“Mai Pehn Rai” is Thai for “It’s cool, no worries, or take it easy.” What a spot-on mantra for a company that makes flip-flops. Meet Feelgoodz, whose "take it easy" style complements perfectly its socially responsible and sustainable business model.
What is it? Feelgoodz flip-flops are made of 100% natural rubber that's harvested from the Yang Para tree in Thailand, where the flip-flops are also produced. Biodegradable and 100% recyclable, these comfortable flip-flops come in 5 different color combos and are available worldwide through their website. I particularly like the "Twilight" choice, pictured left, which Feelgoodz has designed especially for brides looking to be comfortable at their weddings!
What I like: Feelgoodz flip-flops are made from biodegradable natural rubber, hemp, bamboo, and recycled paper; its display hangers are recycled, too. The company belongs to the Ashoka network, a global association of the world’s leading social entrepreneurs. Through their relationship with Ashoka, Feelgoodz has developed a plan to donate 1% of profits to the planet, 1% to the Fair Trade Natural Rubber Program in Thailand, and 1% to the Phitsanulok community that inspired founder Kyle Berner when he worked there several years ago. I’ve been wearing a pair of the "moon" flip-flops for several weeks, and find the rubber to be very soft and cushiony. They have not completely molded to my feet just yet, but it is clear from the softness of the rubber that they will.
What could be improved? Because Feelgoodz is a very young company, you can only purchase their products in a handful of retail stores in Louisiana, Hawaii, Oregon, and Maine. We'd like to see them replace the throwaway flip-flops found in most big-box outlets. The website is confusing: it shows a great variety of color combos, but only sells five options. Are those coming soon? Hard to say. The company claims the product is recyclable and biodegradable, but where's the proof? If I wanted to recycle my Feelgoodz flip-flops, where would I send them? How long does it take for them to biodegrade? Back up the claims, please.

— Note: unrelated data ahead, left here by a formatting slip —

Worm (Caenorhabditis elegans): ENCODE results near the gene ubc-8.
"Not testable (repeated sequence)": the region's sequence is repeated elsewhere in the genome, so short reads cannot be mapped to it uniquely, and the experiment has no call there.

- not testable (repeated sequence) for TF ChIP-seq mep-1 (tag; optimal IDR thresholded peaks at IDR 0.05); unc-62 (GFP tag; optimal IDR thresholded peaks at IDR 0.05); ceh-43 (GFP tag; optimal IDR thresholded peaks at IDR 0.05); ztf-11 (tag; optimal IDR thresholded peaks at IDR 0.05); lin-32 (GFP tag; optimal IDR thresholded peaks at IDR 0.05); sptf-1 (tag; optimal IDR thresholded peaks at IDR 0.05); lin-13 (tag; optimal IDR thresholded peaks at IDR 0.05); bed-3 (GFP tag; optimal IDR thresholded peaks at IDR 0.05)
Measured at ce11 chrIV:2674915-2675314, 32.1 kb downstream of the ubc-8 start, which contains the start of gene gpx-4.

Havaianas – Feelgoodz' rubber flip-flop style reminds me a lot of the sandals I regularly wear, Havaianas. While Havaianas offer more colors and are available in many local retail outlets, the company makes its product from synthetic as well as natural rubber and says nothing on its website about its commitment to Fair Trade or environmental sustainability.
Rainbow Sandals – One environmentally-friendly aspect of Rainbow leather flip-flops is the lifetime guarantee they provide for the soles of their products. Keeping one pair of flip-flops in usable condition for a lifetime is a great way to reduce the waste generated by discarding old or broken pairs. Rainbow also manufactures flip-flops made out of hemp. All their sandals are "triple glued" to keep the soles intact; it was hard to find any information on the environmental impact generated by the glue.
Simple Shoes produces an eco-friendly flip flop called Gumbo, for women and men. These sandals are made of sustainable hemp, carpet padding, recycled car tire, and natural jute. They are also vegan-friendly and are shipped in a post consumer recycled box. Simple Shoes are carried at many nationwide retailers like Nordstrom and Journeys.
BTW, here's more info on eco shoe styles.
Feelgoodz – $19.99.
Top Havaianas – $18.00.
Rainbow Wide Strap Leather Sandals – $42.50.
Simple Gumbo Sandals - $50.
How many purses?
Two and a half. Feelgoodz says on its website, “We’re not environmentalists, but we’re doing our part.” That's what Big Green Purse is all about, encouraging manufacturers to adopt more sustainable practices. Feelgoodz is ahead of the curve. Show us some documentation on your environmental claims and we'll feel not just good but great about making this a three-purse review!
By Katie Kelleher (with oversight from Diane MacEachern)
Full Disclosure: FeelGoodz provided Big Green Purse with one free pair of flip flips to review, at a value of around $20. The flip flops were worn by our unpaid student intern Katie Kelleher for several weeks before she wrote the review. They will be kept by Katie since who else would want to wear them at this point?